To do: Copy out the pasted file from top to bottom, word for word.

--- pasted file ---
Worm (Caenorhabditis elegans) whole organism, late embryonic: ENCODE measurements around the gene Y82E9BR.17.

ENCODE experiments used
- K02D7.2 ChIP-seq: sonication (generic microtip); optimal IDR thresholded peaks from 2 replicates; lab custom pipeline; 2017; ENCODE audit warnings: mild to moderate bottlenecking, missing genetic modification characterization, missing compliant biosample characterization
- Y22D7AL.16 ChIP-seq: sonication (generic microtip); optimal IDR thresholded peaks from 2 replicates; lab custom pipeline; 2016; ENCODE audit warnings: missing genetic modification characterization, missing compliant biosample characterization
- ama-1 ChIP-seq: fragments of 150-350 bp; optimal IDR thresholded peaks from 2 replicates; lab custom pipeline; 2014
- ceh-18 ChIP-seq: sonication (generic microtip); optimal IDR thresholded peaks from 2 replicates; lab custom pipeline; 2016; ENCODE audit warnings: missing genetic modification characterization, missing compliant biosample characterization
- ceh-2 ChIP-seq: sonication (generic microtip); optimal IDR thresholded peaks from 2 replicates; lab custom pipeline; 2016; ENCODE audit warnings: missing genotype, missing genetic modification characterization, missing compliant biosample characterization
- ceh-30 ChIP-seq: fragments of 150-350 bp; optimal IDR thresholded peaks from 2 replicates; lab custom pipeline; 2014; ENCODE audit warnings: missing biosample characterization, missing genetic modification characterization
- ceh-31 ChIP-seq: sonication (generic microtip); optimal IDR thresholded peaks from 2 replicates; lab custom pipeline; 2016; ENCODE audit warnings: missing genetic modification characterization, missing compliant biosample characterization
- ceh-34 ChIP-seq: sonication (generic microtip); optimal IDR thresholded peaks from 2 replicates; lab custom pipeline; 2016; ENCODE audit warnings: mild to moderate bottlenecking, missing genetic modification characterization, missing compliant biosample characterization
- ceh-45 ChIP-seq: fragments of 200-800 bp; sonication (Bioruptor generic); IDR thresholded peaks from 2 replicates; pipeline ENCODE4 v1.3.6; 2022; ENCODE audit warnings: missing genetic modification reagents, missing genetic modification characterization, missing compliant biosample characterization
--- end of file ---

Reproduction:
Worm (Caenorhabditis elegans) whole organism, late embryonic: ENCODE measurements around the gene Y82E9BR.17.

ENCODE experiments used
- K02D7.2 ChIP-seq: sonication (generic microtip); optimal IDR thresholded peaks from 2 replicates; lab custom pipeline; 2017; ENCODE audit warnings: mild to moderate bottlenecking, missing genetic modification characterization, missing compliant biosample characterization
- Y22D7AL.16 ChIP-seq: sonication (generic microtip); optimal IDR thresholded peaks from 2 replicates; lab custom pipeline; 2016; ENCODE audit warnings: missing genetic modification characterization, missing compliant biosample characterization
- ama-1 ChIP-seq: fragments of 150-350 bp; optimal IDR thresholded peaks from 2 replicates; lab custom pipeline; 2014
- ceh-18 ChIP-seq: sonication (generic microtip); optimal IDR thresholded peaks from 2 replicates; lab custom pipeline; 2016; ENCODE audit warnings: missing genetic modification characterization, missing compliant biosample characterization
- ceh-2 ChIP-seq: sonication (generic microtip); optimal IDR thresholded peaks from 2 replicates; lab custom pipeline; 2016; ENCODE audit warnings: missing genotype, missing genetic modification characterization, missing compliant biosample characterization
- ceh-30 ChIP-seq: fragments of 150-350 bp; optimal IDR thresholded peaks from 2 replicates; lab custom pipeline; 2014; ENCODE audit warnings: missing biosample characterization, missing genetic modification characterization
- ceh-31 ChIP-seq: sonication (generic microtip); optimal IDR thresholded peaks from 2 replicates; lab custom pipeline; 2016; ENCODE audit warnings: missing genetic modification characterization, missing compliant biosample characterization
- ceh-34 ChIP-seq: sonication (generic microtip); optimal IDR thresholded peaks from 2 replicates; lab custom pipeline; 2016; ENCODE audit warnings: mild to moderate bottlenecking, missing genetic modification characterization, missing compliant biosample characterization
- ceh-45 ChIP-seq: fragments of 200-800 bp; sonication (Bioruptor generic); IDR thresholded peaks from 2 replicates; pipeline ENCODE4 v1.3.6; 2022; ENCODE audit warnings: missing genetic modification reagents, missing genetic modification characterization, missing compliant biosample characterization